Having examined the Sleekcraft factors, the Court finds that plaintiff is likely to succeed in demonstrating a likelihood of confusion. In making this finding, the Court relies primarily on the second, third, and fourth factors. The second factor looks to the proximity or relatedness of the goods. It is undisputed that plaintiff writes about human sexuality and reviews pornography. It is also undisputed that defendant acts in pornographic films. Both parties therefore use the name “Violet Blue” in relationship to goods and services that are extremely similar and, at times, overlapping. Defendant argues that the parties' goods and services are not proximate because while plaintiff promotes safe sex, defendant appears in hard-core pornography, and thus their respective fields are antithetical. The problem with defendant's argument is that it assumes a very sophisticated consumer, not a “reasonably prudent consumer” as established by the Ninth Circuit. Dreamwerks Prod. Group, 142 F.3d at 1129.


The fourth factor examines the similarity of the marks. Here, defendant concedes that her mark is identical to plaintiff's mark. The fifth factor, which examines whether there is evidence of actual confusion, also weighs strongly in favor of plaintiff. Plaintiff has put forth significant evidence of actual confusion. For example, when reviewing plaintiff's book The Ultimate Guide to Sexual Fantasy, the adult industry news publication AVN described the author of the book as a “porn star,” evidently confusing plaintiff with defendant. Blue Decl. ex. I. Plaintiff cites other examples as well: an adult video actor named “Dave Pounder” emailed plaintiff at her San Francisco Chronicle email address thinking she was defendant, Blue Decl. ex. L (“I'll never forget you because you were my first scene ever ....”); a web commentator confused plaintiff with defendant after plaintiff was named to the Forbes.com list of 25 most influential people online, Costa Decl. ex. I; and a San Francisco journalist mistakenly believed that plaintiff, not defendant, would be appearing at the 2006 Exotic Erotic Ball near San Francisco, Juul Decl. at ¶ 4. fn.3 As the Ninth Circuit has explained, evidence of actual confusion “constitutes ‘persuasive proof that future confusion is likely.’ “ Clicks Billiards, Inc., v. Sixshooters, Inc., 251 F.3d 1252, 1265 (9th Cir.2001) (quoting Fuddruckers, Inc., 826 F.2d at 845); see also Thane Int'l, Inc. v. Trek Bicycle Corp., 305 F.3d 894, 902 (9th Cir.2002) (“This rule makes good sense. If enough people have been actually confused, then a likelihood that people are confused is established.”). Accordingly, based on these factors alone, plaintiff has established a high probability of confusion.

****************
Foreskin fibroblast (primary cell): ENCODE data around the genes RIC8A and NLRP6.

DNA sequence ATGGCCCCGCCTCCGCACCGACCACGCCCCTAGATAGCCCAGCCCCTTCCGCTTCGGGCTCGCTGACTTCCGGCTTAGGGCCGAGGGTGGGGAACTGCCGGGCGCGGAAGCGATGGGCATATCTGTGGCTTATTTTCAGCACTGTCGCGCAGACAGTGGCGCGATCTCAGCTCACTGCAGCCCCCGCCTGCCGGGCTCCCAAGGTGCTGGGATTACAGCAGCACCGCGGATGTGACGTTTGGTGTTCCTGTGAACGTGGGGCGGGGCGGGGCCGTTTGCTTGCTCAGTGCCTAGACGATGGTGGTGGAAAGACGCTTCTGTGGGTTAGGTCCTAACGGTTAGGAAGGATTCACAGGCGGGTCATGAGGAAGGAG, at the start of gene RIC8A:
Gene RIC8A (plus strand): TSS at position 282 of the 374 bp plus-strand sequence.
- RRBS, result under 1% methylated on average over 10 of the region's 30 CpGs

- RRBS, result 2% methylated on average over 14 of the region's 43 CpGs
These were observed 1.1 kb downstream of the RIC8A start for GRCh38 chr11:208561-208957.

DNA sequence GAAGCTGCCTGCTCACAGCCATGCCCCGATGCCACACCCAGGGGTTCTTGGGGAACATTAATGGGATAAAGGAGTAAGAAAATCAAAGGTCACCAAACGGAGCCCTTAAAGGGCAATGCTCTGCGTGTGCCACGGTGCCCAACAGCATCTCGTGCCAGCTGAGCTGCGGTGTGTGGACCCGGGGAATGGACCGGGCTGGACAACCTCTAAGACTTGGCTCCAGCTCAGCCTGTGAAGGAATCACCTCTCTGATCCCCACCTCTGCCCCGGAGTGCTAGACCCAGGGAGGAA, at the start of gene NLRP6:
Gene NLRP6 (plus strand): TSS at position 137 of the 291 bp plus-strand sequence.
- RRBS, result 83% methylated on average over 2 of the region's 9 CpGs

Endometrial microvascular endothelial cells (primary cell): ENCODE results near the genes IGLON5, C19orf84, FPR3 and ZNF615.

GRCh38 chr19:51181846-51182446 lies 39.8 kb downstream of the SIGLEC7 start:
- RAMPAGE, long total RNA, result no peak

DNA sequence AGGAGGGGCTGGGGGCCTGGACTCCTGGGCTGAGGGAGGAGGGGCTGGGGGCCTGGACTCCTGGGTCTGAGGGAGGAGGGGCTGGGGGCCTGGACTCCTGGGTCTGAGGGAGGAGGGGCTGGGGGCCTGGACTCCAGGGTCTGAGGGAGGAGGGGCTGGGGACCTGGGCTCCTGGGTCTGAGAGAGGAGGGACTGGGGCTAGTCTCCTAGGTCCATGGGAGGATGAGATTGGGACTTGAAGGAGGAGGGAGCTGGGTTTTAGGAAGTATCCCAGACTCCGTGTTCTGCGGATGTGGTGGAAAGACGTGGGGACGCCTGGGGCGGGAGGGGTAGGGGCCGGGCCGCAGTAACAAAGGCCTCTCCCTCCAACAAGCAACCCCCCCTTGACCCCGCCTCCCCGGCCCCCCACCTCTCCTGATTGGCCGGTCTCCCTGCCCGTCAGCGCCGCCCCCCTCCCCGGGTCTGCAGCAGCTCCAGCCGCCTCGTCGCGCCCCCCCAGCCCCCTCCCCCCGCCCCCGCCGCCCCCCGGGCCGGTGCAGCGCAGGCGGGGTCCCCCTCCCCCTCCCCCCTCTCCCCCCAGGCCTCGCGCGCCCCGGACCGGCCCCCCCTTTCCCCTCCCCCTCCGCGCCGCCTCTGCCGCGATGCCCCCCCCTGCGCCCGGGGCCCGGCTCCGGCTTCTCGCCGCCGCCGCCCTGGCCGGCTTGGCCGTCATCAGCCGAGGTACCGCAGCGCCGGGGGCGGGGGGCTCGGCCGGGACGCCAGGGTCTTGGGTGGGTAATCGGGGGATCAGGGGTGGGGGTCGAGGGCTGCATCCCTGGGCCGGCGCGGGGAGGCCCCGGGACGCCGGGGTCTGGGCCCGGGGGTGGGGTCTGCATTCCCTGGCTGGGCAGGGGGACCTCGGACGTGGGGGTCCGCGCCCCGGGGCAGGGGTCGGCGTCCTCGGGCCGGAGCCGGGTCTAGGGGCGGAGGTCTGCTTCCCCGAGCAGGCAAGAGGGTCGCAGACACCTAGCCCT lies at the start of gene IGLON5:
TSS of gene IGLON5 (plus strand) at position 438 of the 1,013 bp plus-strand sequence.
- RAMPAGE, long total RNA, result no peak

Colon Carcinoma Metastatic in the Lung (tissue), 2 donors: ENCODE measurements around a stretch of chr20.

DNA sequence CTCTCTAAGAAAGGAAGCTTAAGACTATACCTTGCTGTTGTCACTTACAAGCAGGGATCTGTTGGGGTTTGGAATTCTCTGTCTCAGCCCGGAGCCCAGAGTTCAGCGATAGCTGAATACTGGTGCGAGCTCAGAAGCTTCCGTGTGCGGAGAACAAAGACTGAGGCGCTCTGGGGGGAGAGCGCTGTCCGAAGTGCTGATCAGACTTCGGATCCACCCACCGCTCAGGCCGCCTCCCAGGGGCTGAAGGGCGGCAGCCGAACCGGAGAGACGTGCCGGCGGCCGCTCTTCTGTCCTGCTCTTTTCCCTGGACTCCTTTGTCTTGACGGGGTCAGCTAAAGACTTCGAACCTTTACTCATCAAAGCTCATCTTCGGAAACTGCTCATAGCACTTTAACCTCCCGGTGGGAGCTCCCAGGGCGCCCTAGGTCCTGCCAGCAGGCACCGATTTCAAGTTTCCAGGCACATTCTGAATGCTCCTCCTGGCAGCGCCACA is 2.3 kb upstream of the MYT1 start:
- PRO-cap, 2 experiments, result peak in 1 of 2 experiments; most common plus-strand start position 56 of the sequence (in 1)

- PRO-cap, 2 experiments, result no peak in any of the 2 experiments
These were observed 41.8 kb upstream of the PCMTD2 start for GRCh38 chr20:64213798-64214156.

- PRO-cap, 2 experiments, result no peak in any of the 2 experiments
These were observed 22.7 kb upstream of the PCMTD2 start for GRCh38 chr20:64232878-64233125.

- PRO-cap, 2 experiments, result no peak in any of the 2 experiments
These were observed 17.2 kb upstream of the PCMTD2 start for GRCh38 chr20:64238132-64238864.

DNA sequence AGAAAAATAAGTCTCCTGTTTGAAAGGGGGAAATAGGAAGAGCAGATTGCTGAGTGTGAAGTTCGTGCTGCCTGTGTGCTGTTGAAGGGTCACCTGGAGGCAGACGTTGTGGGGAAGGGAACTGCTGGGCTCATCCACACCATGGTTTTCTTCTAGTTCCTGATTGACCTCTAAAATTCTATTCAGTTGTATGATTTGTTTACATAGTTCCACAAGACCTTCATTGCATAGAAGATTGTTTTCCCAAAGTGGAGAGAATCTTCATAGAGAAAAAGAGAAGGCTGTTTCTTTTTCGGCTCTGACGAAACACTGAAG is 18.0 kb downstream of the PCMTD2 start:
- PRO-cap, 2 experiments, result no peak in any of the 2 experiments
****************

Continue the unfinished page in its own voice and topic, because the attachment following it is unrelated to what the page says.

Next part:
Turning briefly to the other factors, the Court finds the first factor, the strength of the mark, weighs somewhat in favor of plaintiff because her trademark is registered and received no objection on the basis that the mark was descriptive. Quicksilver, Inc., 466 F.3d at 760 (“Where, as here, the PTO issues a mark registration without requiring proof of secondary meaning, the registrant ... enjoys a presumption that the purchasing public perceives the ... mark to be inherently distinctive.” (internal quotation marks omitted)). In addition, as discussed above, plaintiff can likely demonstrate that her mark has acquired secondary meaning, a circumstance that would strengthen her mark. The fifth factor weighs heavily in plaintiff's favor because it is undisputed that both parties use the same marketing channel-the Internet-to market, sell, and distribute their goods. GoTo.com, Inc., 202 F.3d at 1207 (explaining that “the Web, as a marketing channel, is particularly susceptible to a likelihood of confusion since, as it did in this case, it allows for competing marks to be encountered at the same time, on the same screen”). On this record, the Court does not find the three remaining factors to be particularly helpful, and notes that in any case they do not outweigh the balance of the other factors discussed above.


For all of these reasons, the Court finds that plaintiff has demonstrated that she will likely succeed on the merits of her trademark infringement and unfair competition claims.


B. Trademark dilution


Plaintiff also argues that a preliminary injunction should be granted because she is likely to succeed on the merits of her trademark dilution claim. Under the Federal Trademark Dilution Act,